The New Balladeer

A few days ago, Marilyn Reed, the wife of Jazz Drummer, Kenny Reed, asked me if I have contributed any of our memories to the West Los Angeles Sawtelle Neighborhood Council. I told her it was close to three years since my last research. Today, I hit pay dirt when I googled the New Balladeer. Information is added all the time. I found a venue for the Balladeer, and a small posterette, which may constitute a first. There was a Jazz jam.

I went to the New Balladeer with Bryan Maclean, of the group, Love. I had my first art show here. I am pretty sure I heard John Fehey, and Ry Cooder, because I bought a guitar and played like them. Bryan taught me some chords, showed me how use a slide, and I did a lot of improvising. If not for my desire to be a famous artist, I might have ended up in a rock band. However, I am a terrible singer. That mattered, then.

Marilyn and I found a tea house here, before it became the Balladeer. We made it our Bohemian hideaway where we went after school. We attended University High School that was six blocks away. I did a drawing of my first flame sitting by the fire, sipping tea.

Morgan Cavett became the manager of the New Balladeer in April of 64. Bryan and I dropped out of High School and went here in 1963 when we were seventeen. I went to the Dwan gallery in Westwood, and was doing a lot of experimenting with styles. Two members of the Byrds played here. I believe they got started here, and not at the Troubadour, which was a Folk Club on Santa Monica. I doubt the Balladeer name was changed to Troubadour. That would have caused a problem.

Marilyn had introduced me to her good friend, Les McCann. Her sister lived with his drummer, Ron Jefferson. Shaunna co-wrote a biography about Fela that was sold to the producers that have a hit on off Broadway. Rising Sons, and Love, were interracial bands. Kenny Reed’s Jazz band, Stone Cold Jazz, is interracial, as is his marriage.

Marilyn fell in love with from afar. Later she saw the bust I was doing of Cindy, her muse since the second grade. Marilyn grew up in a interracial Filipino family in the Sawtelle. She has all the memories that are sorely needed in developing a cultural identity. My sister (who dated Bryan) followed in my footsteps, and became the world famous artist ‘Rosamond’. Bryan was an artist, and the three of us attended the LA Cienega Monday Art Walk. At sixteen and seventeen the world was our oyster. Bryan could not go with the Byrds to Europe because he was not an adult. A watercolor I did at sixteen toured the world.

What I suggest is UCLA turn its thrift store into a Folk Music School with Bohemian Boutique and coffee house. 1566 Sawtelle needs to be declared a Historic Monument. I see Massachusetts Avenue being closed off for a Folk, and Folk-Rock Festival. How about the ‘Eight Mile High Festival’. This may be where it all began. This is – Genesis! What song should lead off the festivities?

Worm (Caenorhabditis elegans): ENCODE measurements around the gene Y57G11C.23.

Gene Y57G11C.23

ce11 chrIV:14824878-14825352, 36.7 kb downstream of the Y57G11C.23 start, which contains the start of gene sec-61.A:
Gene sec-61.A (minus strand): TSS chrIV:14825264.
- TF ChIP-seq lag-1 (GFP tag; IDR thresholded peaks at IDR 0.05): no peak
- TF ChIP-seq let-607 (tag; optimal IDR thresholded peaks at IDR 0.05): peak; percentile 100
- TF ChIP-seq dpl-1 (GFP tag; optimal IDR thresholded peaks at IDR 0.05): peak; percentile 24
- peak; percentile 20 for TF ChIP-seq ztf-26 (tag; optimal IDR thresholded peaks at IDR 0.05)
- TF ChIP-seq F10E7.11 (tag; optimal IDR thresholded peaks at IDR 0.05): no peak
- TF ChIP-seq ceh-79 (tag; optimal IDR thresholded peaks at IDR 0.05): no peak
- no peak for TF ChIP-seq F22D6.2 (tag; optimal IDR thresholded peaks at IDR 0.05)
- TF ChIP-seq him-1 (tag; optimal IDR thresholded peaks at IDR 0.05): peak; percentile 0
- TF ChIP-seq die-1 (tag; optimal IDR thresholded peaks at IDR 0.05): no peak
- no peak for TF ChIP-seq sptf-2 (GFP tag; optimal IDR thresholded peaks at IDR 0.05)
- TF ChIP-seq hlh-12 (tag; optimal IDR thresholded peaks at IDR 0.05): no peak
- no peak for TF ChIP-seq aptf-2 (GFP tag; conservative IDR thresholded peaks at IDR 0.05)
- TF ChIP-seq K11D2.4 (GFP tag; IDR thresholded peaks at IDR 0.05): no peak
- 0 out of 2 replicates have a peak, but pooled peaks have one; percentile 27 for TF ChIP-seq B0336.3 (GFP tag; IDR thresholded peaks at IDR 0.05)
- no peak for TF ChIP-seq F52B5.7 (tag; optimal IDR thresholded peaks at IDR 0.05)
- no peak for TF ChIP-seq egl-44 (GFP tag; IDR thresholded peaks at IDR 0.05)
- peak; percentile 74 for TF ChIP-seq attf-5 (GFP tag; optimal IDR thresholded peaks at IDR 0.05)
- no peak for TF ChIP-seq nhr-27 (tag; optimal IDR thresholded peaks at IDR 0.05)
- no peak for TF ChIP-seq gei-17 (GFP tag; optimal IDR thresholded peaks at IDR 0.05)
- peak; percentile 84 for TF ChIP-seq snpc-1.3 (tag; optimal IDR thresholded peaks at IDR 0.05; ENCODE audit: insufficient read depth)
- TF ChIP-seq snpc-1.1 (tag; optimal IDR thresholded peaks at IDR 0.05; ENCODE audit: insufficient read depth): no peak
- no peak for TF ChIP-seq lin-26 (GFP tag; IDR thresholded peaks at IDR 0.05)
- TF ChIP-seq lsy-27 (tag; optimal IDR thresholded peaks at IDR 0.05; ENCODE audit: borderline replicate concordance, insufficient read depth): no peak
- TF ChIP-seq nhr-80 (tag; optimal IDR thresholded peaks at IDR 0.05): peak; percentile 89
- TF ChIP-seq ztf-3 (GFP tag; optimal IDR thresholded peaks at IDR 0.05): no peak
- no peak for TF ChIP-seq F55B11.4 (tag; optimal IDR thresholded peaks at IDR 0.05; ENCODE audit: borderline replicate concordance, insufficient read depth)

The Bohemian Balladeer and Boutique can raise funds for the charity now supported by the Thrift Store, that perhaps can be relocated near by? Can the UCLA School of Music help with the funding?

John Presco

Clark was invited to join an established regional folk group, the Surf Riders, working out of Kansas City at the Castaways Lounge, owned by Hal Harbaum.[8] On August 12, 1963, he was performing with them when he was discovered by the New Christy Minstrels.[9] They hired him, and he recorded two albums with the ensemble before leaving in early 1964.[10] After hearing the Beatles, Clark quit the New Christy Minstrels and moved to Los Angeles, where he met fellow folkie and Beatles convert Jim (later Roger) McGuinn at the Troubadour Club. In early 1964 they began to assemble a band that would become the Byrds.[11]

Bryan started playing guitar professionally in 1963. He got a job at the Balladeer in West Hollywood playing folk and blues guitar. The following year, the club changed its name to the Troubadour. His regular set routine was a mixture between Appalachian folk songs and delta blues, and he also frequently covered Robert Johnson’s “Cross Road Blues.” It was there he met the founding musicians of The Byrds, Gene Clark and Jim McGuinn, when they were rehearsing as a duo. Bryan became good friends with David Crosby.[2] During that time, Bryan also became friends with songwriter Sharon Sheeley, who fixed him up on his first date with singer Jackie De Shannon.

With MacLean as equipment manager, the Byrds went on the road to promote their first single “Mr. Tambourine Man.” By the time the Byrds left for their first UK tour, MacLean was left behind and very disappointed.

In 1964 he moved to Santa Monica, California, and formed Rising Sons with fellow blues rock musician Ry Cooder and Jessie Lee Kincaid, landing a record deal with Columbia Records soon after. The group was one of the first interracial bands of the period, which likely made them commercially unviable.[10] An album was never released (though a single was) and the band soon broke up, though Legacy Records did release The Rising Sons Featuring Taj Mahal and Ry Cooder in 1993 with material from that period. During this time Mahal was working with others, musicians like Howlin’ Wolf, Buddy Guy, Lightnin’ Hopkins, and Muddy Waters.[7]

The New Balladeer Los Angeles Concert Setlists

City Los Angeles, CA, United States

Address1566 Sawtelle Avenue
Los Angeles, CA 90025
OpenedAugust 1964

The New Balladeer Los Angeles Concert Setlists

CityLos Angeles, CA, United States

Address1566 Sawtelle Avenue
Los Angeles, CA 90025
OpenedAugust 1964

The Womenfolk were an American folk band from Los Angeles, California.